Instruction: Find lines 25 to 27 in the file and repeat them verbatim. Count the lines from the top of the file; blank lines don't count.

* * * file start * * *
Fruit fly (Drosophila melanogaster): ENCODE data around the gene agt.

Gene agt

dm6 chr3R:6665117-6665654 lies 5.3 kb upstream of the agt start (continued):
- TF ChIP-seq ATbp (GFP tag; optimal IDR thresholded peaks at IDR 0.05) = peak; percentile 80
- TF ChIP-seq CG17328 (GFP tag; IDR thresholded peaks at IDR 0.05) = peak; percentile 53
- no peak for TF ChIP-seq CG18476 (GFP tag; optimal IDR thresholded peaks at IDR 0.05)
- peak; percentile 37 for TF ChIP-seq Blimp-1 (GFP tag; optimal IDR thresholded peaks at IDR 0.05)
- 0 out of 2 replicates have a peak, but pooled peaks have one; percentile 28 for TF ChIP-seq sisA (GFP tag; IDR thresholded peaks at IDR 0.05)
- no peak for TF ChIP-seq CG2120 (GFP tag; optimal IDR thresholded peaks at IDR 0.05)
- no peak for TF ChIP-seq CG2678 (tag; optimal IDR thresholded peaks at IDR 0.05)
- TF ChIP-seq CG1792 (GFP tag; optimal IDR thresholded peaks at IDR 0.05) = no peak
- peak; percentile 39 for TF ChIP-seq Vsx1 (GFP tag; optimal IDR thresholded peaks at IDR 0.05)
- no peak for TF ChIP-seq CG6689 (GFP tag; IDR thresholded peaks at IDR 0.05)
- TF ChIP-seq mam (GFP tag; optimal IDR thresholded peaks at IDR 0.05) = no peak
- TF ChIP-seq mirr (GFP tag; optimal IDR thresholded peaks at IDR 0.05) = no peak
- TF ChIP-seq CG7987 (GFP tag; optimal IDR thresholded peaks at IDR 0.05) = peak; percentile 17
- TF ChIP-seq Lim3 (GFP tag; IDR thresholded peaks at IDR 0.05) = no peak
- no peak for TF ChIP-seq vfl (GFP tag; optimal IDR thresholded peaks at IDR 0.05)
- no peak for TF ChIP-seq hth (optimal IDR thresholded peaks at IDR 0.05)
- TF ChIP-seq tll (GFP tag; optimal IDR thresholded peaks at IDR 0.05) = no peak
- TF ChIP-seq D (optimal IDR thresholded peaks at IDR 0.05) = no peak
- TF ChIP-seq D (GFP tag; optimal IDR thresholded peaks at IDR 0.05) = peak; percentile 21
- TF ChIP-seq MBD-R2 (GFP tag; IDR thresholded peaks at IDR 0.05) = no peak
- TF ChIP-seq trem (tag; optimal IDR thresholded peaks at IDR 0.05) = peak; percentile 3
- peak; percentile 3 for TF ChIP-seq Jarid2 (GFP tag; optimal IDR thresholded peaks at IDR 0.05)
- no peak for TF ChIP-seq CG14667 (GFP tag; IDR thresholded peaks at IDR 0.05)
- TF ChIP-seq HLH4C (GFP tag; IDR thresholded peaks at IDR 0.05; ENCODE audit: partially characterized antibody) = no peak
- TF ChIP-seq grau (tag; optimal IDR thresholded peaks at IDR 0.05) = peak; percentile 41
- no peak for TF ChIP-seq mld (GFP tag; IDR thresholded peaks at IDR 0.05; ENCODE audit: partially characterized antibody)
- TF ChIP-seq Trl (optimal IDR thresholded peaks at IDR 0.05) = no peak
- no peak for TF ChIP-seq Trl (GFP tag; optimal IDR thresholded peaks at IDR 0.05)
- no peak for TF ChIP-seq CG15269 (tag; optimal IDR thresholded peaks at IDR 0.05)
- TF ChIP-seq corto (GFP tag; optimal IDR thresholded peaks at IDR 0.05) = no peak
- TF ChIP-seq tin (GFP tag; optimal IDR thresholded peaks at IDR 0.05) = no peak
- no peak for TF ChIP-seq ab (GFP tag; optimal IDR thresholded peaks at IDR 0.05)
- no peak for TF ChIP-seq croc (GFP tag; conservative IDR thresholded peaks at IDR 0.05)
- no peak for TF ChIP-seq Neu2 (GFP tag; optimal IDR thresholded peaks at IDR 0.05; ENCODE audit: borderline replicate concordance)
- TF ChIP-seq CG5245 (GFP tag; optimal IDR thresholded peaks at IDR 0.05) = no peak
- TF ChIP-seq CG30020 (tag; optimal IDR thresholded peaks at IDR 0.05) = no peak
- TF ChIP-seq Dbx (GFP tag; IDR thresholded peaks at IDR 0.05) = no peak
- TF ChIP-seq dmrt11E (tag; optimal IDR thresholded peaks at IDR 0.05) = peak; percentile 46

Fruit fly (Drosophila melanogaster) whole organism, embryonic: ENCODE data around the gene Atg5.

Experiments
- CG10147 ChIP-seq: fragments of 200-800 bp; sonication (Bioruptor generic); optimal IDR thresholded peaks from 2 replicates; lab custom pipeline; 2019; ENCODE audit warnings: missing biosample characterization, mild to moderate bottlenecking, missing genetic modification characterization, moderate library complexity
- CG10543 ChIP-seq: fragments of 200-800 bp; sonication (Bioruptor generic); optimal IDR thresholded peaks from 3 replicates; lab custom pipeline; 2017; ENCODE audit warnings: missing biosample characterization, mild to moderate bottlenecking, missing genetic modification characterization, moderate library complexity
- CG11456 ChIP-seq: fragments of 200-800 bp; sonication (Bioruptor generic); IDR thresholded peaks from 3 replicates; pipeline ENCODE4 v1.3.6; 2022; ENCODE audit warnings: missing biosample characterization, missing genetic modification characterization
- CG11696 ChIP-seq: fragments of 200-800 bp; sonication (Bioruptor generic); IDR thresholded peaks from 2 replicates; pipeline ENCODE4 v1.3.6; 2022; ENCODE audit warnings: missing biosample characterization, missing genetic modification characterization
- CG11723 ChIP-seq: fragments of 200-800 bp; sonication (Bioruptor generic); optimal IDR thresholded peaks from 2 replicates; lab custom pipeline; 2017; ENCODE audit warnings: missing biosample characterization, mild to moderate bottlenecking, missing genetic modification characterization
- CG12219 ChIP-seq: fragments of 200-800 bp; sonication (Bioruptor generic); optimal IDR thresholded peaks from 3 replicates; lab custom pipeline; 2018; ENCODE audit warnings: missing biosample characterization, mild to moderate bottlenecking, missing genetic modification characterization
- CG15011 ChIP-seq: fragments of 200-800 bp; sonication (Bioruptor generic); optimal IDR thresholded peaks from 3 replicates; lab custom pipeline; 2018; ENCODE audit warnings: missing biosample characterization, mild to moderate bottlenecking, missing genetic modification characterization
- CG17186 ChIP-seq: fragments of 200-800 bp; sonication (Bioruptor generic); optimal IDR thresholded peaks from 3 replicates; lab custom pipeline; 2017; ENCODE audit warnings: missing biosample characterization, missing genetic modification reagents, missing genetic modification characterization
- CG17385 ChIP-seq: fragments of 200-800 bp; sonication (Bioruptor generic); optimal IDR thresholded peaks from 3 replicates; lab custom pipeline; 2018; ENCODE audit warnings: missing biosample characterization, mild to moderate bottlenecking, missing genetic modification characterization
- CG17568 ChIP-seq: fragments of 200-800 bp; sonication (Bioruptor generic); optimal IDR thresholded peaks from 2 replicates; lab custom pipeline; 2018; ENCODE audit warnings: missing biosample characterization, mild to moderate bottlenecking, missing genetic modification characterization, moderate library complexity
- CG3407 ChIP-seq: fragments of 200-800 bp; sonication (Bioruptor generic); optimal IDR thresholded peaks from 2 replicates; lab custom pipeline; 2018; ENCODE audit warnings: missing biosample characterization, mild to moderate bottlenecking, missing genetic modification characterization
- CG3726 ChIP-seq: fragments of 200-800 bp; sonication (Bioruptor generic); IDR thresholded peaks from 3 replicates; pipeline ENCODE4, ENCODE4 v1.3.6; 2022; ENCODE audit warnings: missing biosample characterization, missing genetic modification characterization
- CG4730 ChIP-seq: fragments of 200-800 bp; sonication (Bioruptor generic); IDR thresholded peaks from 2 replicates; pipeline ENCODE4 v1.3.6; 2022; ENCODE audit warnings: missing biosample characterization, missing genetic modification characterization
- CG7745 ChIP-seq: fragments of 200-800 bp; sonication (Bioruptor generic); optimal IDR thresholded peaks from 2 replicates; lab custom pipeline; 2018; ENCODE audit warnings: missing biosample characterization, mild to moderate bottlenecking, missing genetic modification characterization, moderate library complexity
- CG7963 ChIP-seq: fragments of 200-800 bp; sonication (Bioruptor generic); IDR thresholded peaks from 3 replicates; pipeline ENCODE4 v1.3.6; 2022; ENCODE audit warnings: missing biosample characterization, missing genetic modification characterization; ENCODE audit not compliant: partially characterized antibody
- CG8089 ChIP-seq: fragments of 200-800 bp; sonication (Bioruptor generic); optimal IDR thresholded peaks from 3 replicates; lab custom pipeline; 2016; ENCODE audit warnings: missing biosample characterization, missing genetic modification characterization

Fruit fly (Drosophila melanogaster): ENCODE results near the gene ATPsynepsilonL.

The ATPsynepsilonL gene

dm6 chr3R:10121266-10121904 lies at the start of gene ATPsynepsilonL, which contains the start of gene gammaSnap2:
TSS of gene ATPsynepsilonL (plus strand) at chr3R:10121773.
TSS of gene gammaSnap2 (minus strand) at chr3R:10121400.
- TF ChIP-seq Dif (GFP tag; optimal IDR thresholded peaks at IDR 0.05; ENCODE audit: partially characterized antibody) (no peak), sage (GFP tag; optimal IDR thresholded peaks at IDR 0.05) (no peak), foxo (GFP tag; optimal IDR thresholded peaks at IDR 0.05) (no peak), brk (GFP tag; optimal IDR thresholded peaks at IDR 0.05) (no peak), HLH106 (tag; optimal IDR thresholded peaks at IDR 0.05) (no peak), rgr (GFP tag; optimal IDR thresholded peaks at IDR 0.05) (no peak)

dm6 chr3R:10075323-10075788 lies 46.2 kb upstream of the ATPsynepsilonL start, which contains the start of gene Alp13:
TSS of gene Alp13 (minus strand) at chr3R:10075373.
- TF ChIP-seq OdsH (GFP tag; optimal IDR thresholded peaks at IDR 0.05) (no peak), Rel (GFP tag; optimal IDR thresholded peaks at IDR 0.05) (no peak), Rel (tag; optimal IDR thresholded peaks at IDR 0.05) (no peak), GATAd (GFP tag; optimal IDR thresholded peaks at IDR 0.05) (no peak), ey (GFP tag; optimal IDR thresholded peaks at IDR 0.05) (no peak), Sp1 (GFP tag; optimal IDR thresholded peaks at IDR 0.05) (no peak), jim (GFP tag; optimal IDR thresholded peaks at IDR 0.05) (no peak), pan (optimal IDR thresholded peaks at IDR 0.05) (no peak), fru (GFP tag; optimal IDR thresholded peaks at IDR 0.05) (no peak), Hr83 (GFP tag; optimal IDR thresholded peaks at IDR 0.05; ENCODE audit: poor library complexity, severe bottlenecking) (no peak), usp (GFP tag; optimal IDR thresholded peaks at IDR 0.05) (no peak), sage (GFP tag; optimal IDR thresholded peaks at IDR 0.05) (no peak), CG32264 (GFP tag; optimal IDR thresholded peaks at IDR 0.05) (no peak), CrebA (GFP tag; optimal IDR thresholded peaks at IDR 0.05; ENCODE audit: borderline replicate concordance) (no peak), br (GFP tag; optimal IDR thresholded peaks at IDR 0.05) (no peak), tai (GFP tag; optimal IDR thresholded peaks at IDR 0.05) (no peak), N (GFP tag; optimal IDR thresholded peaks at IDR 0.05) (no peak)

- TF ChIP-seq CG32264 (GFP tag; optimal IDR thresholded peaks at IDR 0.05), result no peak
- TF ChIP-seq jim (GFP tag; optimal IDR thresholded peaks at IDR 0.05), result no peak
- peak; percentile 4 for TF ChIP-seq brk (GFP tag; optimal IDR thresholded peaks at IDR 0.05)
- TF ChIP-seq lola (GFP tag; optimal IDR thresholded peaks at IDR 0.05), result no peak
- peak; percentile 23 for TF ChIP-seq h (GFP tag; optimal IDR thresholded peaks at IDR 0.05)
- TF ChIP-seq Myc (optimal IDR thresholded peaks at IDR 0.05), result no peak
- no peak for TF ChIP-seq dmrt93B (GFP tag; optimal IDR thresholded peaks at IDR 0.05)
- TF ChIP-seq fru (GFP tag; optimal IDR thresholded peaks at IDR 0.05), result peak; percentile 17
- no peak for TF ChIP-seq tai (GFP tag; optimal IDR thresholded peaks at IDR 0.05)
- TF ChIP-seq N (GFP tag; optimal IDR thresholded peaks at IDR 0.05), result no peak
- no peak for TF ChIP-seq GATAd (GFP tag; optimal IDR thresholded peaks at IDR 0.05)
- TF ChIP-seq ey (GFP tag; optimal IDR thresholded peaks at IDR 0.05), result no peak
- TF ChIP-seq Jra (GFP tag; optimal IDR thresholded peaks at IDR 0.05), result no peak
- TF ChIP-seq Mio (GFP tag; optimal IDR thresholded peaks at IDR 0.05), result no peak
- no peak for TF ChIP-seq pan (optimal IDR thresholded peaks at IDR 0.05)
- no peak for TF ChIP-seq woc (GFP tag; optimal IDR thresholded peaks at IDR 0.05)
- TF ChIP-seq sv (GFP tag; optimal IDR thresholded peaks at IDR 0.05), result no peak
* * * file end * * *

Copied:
- peak; percentile 3 for TF ChIP-seq Jarid2 (GFP tag; optimal IDR thresholded peaks at IDR 0.05)
- no peak for TF ChIP-seq CG14667 (GFP tag; IDR thresholded peaks at IDR 0.05)
- TF ChIP-seq HLH4C (GFP tag; IDR thresholded peaks at IDR 0.05; ENCODE audit: partially characterized antibody) = no peak